When we analyze incoming links, we tend to focus on more or less the same set of link parameters: PageRank, anchor text, relative position in linking document, surrounding text, etc. However, sometimes looking beyond the regular, can provide the opportunity to not only succeed in link building, but even dominate the niche you are competing in. One of these uncommon parameters is the link freshness factor.
The whole issue of temporal aspect to links is a few years old. It has first appeared in official Google writing in this patent, signed, among others, by Matt Cutts, which makes it even more interesting to the SEO community. The whole patent itself is an interesting read and revisiting it can produce a worthy blog post, but I would like to focus on a very specific aspect of it I have recently noticed with several of our websites.
Some of our sites were enjoying top locations for their main targeted phrases in the past few months. While that is primarily good for the company’s bank account, it also gives us some freedom as to how we spend our time and how we divide the work priorities with that specific site. So, in the framework of secondary-phrase optimization stage, I have decided to drastically slow down the link acquirement process so I can try and gauge the relative value of each of the linking resources I was using at the time. Basically what I’ve done is instead of just throwing all the weight on several link acquirement techniques at once, I decided to use one, wait for the increase in rankings and then use the next one and compare. It is hardly a sterile experimenting environment but I thought it is a decent start…
While the comparison of impact of different link sources produced some interesting data by itself, plotting the change in locations over the time and marking the addition of links to different sources on the graph, provided me with a bit more interesting information (click on the below image to enlarge):
As can be seen on the above graph, every addition of a link (or number of links), resulted in a location increase, followed by the gradual slippage to a lower position (albeit higher than the starting one). This phenomena took place after several link additions from different sources and on different sites in different niches, so I believe it is not an isolated occurrence.
So what do we have here ? From the above graph, it can be theorized that there are at least two different scores that a link can pass to a page it is pointing to:
- A “fresh link” score. Since this is a new link, Google does not yet know the amount of link-juice this link should pass on. Even if this was the only link added to a linking page at the time of the observation, the number of outgoing links has changed and the proportion of PR this link (and other links on that page) should send on, must change. Since even Google cannot calculate all that on the fly, an “artificial” value is added to the link. From the above graph it can be concluded that this “artificial” value can be higher than…
- … a “real” link score. This score kicks in after Google reiterates all the PR calculations and assigns an objective value to that link.
In the above graph, I have marked the “fresh link” score with an A and the “real” score with the B. It is obvious that in the above case A > B which means that when the real value comes into account, the links are worth a bit less, the webpage’s ranking score is adjusted accordingly and the site slips in SERP’s.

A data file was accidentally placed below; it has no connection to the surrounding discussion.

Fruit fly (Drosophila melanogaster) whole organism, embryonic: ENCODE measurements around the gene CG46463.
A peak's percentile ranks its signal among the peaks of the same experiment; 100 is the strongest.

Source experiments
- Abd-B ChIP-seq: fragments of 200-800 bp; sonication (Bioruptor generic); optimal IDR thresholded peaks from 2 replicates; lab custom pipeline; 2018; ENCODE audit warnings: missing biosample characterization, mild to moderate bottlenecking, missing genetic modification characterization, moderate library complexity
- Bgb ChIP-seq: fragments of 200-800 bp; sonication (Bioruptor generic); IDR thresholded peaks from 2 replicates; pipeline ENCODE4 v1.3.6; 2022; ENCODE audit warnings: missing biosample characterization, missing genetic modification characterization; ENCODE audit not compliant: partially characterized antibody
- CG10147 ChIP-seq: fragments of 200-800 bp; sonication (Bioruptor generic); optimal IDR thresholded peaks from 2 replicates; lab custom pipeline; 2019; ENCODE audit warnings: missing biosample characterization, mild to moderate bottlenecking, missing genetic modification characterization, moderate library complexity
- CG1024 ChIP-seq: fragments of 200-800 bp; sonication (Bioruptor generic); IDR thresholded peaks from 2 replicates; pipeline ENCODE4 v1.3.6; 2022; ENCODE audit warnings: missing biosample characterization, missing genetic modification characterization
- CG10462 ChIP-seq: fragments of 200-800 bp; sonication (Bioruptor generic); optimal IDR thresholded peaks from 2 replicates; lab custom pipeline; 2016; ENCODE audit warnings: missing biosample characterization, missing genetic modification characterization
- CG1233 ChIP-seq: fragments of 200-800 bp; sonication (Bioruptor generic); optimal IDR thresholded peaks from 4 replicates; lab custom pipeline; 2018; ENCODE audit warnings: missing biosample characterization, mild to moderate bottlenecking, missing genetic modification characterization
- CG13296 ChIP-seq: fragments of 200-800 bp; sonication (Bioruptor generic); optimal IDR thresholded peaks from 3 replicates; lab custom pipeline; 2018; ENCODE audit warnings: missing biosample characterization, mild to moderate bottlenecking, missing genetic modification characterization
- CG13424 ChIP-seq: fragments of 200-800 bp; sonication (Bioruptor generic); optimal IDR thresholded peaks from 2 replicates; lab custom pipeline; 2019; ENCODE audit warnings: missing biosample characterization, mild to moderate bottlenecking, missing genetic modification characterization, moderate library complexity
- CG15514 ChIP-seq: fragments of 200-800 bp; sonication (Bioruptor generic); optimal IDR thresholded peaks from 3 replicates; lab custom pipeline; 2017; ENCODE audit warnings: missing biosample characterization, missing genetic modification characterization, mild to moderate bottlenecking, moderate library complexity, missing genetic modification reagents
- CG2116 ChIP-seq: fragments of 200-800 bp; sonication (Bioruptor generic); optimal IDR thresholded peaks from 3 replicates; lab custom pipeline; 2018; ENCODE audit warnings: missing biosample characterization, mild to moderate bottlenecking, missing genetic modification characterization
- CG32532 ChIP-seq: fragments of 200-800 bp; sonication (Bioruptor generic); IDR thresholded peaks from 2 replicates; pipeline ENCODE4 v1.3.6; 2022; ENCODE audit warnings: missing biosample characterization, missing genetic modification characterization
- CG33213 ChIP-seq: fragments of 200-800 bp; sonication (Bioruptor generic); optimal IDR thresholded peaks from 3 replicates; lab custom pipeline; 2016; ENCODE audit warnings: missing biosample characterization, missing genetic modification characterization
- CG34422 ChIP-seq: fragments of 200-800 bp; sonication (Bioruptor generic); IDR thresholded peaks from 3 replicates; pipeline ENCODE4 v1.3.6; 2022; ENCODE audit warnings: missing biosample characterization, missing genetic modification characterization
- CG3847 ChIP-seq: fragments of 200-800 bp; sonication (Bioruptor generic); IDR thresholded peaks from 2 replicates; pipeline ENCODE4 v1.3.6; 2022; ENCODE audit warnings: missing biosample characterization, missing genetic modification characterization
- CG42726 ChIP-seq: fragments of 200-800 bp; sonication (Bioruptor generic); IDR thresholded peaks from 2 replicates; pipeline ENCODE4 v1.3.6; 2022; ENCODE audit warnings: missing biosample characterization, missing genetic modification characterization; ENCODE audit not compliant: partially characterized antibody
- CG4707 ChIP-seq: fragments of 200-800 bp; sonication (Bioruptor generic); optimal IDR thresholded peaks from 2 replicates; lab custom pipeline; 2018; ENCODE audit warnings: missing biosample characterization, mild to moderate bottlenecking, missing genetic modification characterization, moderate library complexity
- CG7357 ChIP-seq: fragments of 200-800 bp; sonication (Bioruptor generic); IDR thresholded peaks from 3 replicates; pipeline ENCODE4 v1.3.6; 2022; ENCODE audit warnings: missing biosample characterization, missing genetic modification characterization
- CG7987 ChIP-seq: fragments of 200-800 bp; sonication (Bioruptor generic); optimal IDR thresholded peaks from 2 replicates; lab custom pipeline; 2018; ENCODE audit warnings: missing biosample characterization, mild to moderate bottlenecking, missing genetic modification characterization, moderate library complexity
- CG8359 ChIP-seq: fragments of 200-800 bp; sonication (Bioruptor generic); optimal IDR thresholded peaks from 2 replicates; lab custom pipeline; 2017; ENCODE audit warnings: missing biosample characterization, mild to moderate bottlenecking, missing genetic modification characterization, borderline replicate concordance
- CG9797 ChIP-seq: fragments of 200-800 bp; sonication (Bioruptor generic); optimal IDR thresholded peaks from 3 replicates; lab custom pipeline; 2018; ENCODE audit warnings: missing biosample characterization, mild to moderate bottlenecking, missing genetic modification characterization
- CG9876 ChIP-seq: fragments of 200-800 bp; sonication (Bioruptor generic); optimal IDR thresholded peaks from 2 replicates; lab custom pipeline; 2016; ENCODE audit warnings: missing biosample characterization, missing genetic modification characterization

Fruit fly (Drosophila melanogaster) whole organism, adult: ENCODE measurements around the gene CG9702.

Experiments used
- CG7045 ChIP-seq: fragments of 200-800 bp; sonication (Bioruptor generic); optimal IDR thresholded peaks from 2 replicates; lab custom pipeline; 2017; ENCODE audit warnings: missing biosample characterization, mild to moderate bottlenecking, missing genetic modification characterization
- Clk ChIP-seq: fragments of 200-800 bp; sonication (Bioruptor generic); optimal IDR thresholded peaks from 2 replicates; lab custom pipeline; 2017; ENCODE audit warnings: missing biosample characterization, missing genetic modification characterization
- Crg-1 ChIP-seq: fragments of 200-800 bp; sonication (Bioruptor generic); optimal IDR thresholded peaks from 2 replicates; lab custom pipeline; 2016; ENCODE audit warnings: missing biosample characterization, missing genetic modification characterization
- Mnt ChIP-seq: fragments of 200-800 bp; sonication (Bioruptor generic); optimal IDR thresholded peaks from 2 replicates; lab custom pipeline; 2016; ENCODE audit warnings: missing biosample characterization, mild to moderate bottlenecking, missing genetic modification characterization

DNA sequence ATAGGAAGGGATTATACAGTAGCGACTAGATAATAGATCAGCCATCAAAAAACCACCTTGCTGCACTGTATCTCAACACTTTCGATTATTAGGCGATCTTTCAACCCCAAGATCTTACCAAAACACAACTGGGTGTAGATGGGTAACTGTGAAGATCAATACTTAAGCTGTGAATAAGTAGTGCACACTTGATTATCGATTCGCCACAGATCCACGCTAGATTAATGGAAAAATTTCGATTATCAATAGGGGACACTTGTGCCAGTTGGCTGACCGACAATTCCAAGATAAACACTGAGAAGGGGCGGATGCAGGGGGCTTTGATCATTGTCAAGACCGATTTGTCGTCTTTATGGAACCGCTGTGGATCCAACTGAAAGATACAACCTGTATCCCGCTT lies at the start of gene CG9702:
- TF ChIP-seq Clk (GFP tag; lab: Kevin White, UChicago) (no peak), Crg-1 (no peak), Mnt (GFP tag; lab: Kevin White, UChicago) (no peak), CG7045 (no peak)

Based on this analysis, we can have three possible relations between A and B:
- A > B – as in the example above, when the “real” link score is lower than the “fresh” link score – usually happens in case of crappy comment / forum signature / reciprocal / unrelated links.
- A ≈ B – when the two link values are approximately equal. We will usually not see a significant change in locations due to the switch between these two values.
- A < B – when the “real” link value is actually higher than the “fresh” link score. This usually happens with the high-quality links from on-topic / authoritative website. The result of this would be for a site to get an initial boost in rankings, stagnate for a while and then further improve.
So, what can we do with this information? Well, if you have a large pool of authoritative websites that can give you on-topic incoming links, then you should remember that (more often than not) your initial improvement in locations, due to that link addition, is only temporal and is bound to improve even more. When the link addition is considered through this scenario, it is easy to see how a phenomena dubbed “inbound link sandbox” came into existence. The situation where it takes quality links a while to affect the rankings can be explained by the fact that the A value of those links is not high enough to overcome the ranking score of competing websites so there is no improvement in locations. When (higher) B value kicks in, the score gap between the two sites is overcome and the locations improve.
However if you belong to the majority of people that have only less sophisticated link pool to dip into, you may want to add links at such rate that the “unknown” link score just keeps adding to the previous link’s “unknown” score and thus continuously improve the locations.
Obviously that rate will change from niche to niche and from link to link. Furthermore, you should be careful not to overdo it and raise some red flags due to extensive link addition rate, but some trial and error in each niche should outline the playfield rules for that particular niche.
As for the methods of reproducing the “unknown link” score over and over again, well, that is a completely different hat color…